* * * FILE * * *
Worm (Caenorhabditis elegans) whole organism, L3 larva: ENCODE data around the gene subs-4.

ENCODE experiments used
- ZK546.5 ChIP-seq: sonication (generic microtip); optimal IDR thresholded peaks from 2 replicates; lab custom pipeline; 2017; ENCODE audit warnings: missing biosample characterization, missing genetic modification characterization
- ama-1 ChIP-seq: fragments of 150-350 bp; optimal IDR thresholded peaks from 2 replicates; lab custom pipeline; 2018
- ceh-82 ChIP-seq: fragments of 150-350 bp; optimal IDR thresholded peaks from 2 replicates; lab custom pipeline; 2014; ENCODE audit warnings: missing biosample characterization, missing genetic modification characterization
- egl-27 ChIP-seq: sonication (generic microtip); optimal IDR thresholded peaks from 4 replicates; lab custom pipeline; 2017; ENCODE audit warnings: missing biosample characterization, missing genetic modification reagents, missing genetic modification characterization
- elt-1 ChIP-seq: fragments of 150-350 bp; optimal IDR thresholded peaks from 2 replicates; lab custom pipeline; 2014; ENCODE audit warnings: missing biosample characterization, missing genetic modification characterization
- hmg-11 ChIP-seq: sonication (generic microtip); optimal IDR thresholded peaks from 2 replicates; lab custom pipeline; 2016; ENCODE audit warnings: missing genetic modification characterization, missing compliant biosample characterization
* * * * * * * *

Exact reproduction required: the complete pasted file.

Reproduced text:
Worm (Caenorhabditis elegans) whole organism, L3 larva: ENCODE data around the gene subs-4.

ENCODE experiments used
- ZK546.5 ChIP-seq: sonication (generic microtip); optimal IDR thresholded peaks from 2 replicates; lab custom pipeline; 2017; ENCODE audit warnings: missing biosample characterization, missing genetic modification characterization
- ama-1 ChIP-seq: fragments of 150-350 bp; optimal IDR thresholded peaks from 2 replicates; lab custom pipeline; 2018
- ceh-82 ChIP-seq: fragments of 150-350 bp; optimal IDR thresholded peaks from 2 replicates; lab custom pipeline; 2014; ENCODE audit warnings: missing biosample characterization, missing genetic modification characterization
- egl-27 ChIP-seq: sonication (generic microtip); optimal IDR thresholded peaks from 4 replicates; lab custom pipeline; 2017; ENCODE audit warnings: missing biosample characterization, missing genetic modification reagents, missing genetic modification characterization
- elt-1 ChIP-seq: fragments of 150-350 bp; optimal IDR thresholded peaks from 2 replicates; lab custom pipeline; 2014; ENCODE audit warnings: missing biosample characterization, missing genetic modification characterization
- hmg-11 ChIP-seq: sonication (generic microtip); optimal IDR thresholded peaks from 2 replicates; lab custom pipeline; 2016; ENCODE audit warnings: missing genetic modification characterization, missing compliant biosample characterization